Gel point, the point at which viscosity can no longer be reduced by application of heat and where cure will be accelerated with a large release of heat per unit mass, is delayed until at or just before the last die. At this point, the resin is in a firm gel state where the structure retains its configuration but remains workable to a degree to enable any excess resin to flow and be removed from the surface by a final shaping die.
From the final die, the shaped structure is passed through another curing zone where through heating by radiation and convection, the resin surface achieves a hard gel state that is cured to the degree of solidification where shape will apparently no longer change. After passing through the curing zone, essentially complete surface and internal cure is achieved in at least one molten metal bath.
The molten metal bath provides an oxygen-free, relatively constant temperature sink which promotes the rate of cure and serves, as necessary, to absorb the exothermic heat of the continuing curing reaction without a significant change in temperature. As opposed to the prior zones where heat is applied through a gas mantle surrounding the structure, the structure is in direct contact with the molten metal where heat is applied by conduction offering up to a hundred-fold increase in driving potential for sustaining the structure at an elevated temperature to achieve complete cure.
In the practice of shaping the article, each die is to be maintained at as low a temperature as conveniently possible to act as a shaping die while tending to retard cure during the shaping process, but may be partially heated by provided heating means or allowed to be heated simply to whatever temperature is induced in the passage of heated parallel fiber-resin matrix therethrough and heat of radiation and/or convection from the adjacent heating zones. It is essential that the die surface be maintained at a temperature sufficiently high such that the resin which exudes from the fiber-resin matrix passing through the die onto the surface of the die will flow from and be removed from the surface before thickening or cure occurs. This prevents the formation of cured resin at the die orifice which would otherwise increase friction, disfigure the surface of the article being shaped and, perhaps, induce rupture of the fibers passing through the die.
Rate of passage through the dies and heating zones is normally controlled by the number of heating zones and dies in series, the minimum number of heating zones and dies respectively employed being preferably two. As the number of heating zones and dies are increased, the rate of feed through the system can be increased materially with the proviso that attainment of the gel point is precluded until contact with or just prior to contact with the final die. In general, the point relative to the final die at which the resin reaches the gel point becomes less critical as the number of dies increase.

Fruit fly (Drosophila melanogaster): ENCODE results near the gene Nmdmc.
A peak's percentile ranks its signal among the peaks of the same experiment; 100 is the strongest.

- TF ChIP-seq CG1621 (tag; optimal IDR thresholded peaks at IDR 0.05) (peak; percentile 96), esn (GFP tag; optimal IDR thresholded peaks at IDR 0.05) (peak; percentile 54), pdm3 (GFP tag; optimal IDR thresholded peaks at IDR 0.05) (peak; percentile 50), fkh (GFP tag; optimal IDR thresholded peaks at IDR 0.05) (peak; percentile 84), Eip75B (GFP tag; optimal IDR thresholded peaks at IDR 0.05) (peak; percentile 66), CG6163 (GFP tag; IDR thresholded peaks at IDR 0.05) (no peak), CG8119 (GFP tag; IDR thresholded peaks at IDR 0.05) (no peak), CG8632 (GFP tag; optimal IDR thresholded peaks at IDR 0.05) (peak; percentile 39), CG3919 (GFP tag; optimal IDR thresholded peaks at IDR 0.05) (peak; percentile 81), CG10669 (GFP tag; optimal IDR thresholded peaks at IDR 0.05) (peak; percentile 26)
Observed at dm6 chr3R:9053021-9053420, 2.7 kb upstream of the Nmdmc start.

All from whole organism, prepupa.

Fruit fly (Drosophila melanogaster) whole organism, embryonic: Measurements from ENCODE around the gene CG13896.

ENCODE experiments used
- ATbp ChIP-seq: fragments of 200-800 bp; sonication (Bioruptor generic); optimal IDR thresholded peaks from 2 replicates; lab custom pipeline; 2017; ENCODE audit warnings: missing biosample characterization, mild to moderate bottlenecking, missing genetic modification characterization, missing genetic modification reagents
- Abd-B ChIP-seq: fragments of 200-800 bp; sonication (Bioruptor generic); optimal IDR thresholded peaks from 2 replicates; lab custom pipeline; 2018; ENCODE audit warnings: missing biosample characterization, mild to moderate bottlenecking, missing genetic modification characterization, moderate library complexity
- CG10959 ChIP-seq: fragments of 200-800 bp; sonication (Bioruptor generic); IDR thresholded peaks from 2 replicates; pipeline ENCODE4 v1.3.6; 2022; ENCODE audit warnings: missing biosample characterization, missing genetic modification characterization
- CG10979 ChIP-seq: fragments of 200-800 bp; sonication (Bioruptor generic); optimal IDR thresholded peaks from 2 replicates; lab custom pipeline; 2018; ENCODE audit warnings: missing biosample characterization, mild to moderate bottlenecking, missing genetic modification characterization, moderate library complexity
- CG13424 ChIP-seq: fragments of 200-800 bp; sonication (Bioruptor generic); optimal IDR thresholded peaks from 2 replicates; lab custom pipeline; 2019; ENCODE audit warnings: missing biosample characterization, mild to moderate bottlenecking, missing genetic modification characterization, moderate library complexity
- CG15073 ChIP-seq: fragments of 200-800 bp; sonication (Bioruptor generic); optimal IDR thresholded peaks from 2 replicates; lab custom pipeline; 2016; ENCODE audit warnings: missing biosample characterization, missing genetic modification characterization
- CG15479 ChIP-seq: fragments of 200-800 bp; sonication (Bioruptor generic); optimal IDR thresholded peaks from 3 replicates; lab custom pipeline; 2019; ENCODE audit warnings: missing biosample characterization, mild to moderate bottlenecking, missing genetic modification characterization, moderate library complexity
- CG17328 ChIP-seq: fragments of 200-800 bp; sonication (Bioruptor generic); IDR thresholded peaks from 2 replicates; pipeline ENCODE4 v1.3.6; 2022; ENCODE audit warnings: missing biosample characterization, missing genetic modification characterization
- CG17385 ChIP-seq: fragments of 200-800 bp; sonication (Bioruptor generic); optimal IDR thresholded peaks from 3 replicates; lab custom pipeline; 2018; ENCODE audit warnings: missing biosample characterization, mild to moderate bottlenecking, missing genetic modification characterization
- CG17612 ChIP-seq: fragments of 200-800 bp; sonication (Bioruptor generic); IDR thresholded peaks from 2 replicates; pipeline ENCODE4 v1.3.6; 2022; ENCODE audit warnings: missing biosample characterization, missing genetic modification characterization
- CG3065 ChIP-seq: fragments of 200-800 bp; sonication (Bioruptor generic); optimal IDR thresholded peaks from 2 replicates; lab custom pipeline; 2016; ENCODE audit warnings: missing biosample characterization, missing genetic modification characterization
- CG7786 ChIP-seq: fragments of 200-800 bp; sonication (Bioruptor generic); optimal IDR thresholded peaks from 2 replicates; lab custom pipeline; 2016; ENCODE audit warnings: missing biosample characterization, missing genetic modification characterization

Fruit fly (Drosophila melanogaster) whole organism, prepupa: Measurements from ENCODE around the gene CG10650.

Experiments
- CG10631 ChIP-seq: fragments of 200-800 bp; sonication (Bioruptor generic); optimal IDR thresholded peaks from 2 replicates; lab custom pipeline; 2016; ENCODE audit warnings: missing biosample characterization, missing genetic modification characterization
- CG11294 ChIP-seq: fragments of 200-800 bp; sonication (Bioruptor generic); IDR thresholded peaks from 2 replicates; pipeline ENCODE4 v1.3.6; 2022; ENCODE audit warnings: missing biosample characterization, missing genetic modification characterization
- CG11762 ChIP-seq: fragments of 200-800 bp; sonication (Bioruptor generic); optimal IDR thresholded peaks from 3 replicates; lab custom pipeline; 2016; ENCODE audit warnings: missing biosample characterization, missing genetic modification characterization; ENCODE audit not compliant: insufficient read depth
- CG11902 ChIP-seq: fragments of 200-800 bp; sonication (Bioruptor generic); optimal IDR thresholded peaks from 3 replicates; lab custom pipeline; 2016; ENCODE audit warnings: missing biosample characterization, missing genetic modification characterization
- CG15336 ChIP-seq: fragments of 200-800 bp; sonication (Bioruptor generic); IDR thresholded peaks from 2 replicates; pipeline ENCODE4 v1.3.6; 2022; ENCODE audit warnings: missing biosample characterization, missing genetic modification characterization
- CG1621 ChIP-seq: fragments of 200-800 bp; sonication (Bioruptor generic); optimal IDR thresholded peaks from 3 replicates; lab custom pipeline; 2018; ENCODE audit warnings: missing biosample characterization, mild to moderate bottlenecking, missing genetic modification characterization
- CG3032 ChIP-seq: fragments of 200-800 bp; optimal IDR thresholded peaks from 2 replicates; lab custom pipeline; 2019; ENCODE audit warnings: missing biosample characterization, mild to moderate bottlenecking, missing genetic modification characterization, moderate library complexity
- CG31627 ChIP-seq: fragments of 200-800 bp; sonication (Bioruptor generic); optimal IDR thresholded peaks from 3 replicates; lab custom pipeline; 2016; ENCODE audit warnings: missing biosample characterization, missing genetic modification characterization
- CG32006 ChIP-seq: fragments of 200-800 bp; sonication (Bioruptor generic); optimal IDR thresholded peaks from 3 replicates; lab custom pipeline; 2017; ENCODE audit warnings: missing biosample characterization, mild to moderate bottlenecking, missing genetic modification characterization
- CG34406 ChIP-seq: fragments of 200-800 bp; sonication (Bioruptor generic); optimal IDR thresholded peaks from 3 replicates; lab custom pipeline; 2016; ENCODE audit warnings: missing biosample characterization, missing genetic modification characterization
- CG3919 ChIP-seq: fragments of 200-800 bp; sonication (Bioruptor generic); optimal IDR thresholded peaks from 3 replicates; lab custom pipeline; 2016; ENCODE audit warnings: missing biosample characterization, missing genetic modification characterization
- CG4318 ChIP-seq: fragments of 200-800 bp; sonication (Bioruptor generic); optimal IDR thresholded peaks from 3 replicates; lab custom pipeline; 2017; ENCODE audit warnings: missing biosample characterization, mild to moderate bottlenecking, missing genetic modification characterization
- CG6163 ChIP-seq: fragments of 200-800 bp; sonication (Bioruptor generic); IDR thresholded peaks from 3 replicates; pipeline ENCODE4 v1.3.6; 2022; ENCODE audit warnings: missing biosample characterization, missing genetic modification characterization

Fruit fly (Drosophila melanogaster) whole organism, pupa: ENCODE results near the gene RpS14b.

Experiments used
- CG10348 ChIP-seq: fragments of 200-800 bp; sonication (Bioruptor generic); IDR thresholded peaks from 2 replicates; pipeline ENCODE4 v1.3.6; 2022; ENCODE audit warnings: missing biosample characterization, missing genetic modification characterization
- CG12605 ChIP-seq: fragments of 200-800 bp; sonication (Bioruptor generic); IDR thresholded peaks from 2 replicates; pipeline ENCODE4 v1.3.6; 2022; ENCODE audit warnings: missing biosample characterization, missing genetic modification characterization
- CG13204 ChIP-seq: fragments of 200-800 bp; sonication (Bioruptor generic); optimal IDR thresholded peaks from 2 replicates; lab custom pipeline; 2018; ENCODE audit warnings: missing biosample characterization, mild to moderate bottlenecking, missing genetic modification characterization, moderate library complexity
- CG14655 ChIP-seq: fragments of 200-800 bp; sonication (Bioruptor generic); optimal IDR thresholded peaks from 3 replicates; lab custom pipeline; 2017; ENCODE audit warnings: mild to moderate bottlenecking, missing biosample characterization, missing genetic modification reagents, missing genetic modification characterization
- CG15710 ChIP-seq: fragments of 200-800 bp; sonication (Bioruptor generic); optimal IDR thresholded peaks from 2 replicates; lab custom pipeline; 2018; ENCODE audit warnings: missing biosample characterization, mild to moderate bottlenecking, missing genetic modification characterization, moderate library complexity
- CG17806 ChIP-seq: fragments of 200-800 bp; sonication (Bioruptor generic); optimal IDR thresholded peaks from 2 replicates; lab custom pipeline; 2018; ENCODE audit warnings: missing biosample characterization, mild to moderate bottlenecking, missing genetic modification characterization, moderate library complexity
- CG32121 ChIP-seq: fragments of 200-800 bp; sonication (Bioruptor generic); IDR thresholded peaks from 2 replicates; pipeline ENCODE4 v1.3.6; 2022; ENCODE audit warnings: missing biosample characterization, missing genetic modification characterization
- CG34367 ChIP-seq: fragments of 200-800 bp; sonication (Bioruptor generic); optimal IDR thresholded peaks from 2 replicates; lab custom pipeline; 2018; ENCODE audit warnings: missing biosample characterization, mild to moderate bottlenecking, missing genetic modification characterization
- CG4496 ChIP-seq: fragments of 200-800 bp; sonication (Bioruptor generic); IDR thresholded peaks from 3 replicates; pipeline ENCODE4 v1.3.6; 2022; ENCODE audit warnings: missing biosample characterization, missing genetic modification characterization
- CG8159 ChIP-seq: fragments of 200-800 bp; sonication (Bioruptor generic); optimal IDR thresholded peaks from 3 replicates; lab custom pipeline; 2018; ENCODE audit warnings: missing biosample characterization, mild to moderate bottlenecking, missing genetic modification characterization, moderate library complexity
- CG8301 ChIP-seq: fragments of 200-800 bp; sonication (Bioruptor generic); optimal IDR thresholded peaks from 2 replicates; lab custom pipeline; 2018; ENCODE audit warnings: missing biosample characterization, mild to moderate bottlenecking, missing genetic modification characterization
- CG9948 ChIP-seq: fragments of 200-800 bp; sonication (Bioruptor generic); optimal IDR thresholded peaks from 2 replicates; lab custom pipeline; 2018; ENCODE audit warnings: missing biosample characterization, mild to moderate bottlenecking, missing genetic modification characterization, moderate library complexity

FIG. 1, is a schematic illustration of apparatus used and the steps which occur in practice of the process of this invention;
FIG. 2, illustrates the relative viscosity of the applied resin at each stage along the process; and
FIG. 3, illustrates the presently preferred steps taken before reference point "A--A" of processing the fibers to the first shaping die.
FIG. 4, is a ternary diagram illustrating the melting points of various combinations of lead, bismuth and tin.
FIG. 5, illustrates a frontal view taken at "B--B" of the trough for the molten metal bath.
FIG. 6, shows an end view of a gate for the trough of FIG. 5.
FIG. 7, shows a side view taken at "C--C" of the gate of FIG. 6.
With reference to FIGS. 1 and 3, the fibers to be formed into a fiber reinforced resin structure or for embracing another fiber in strengthening or protective (ruggedizing) relationship are provided by plurality of creels or spools 10 and are drawn under tension provided by take-up reel 12 and passed, if desired, through comb 11 to provide fiber spacing and the like. They may, as shown in FIG. 1, be passed over roller 14 and under 16 of resin bath 20 to achieve an initial resin coat. In this instance, the coated fibers may be passed over roller 18, which acts as a squeegee to remove excess resin. Other means of removing excess resin may also be used. The presently preferred route with reference to "A--A" is detailed in FIG. 3.
With reference to FIG. 3, the fibers from comb 11 are passed over tensioning rolls 15 and spread in a fan-like array by orifices 17 in the inlet end wall of resin bath 20. The orifices are fitted with seals to prevent resin leakage. The fibers are coated with resin in spaced relation to one another and combined at sizing orifice 19, also provided with a seal to prevent leakage, then spread apart by spacing dies 21 and maintained in spaced relation through preheating chamber 22. Orifice 19, in addition to bringing the fibers into contiguous contact, acts as a means to remove excess resin serving for this purpose the equivalent of squeegee roll 18 of FIG. 1.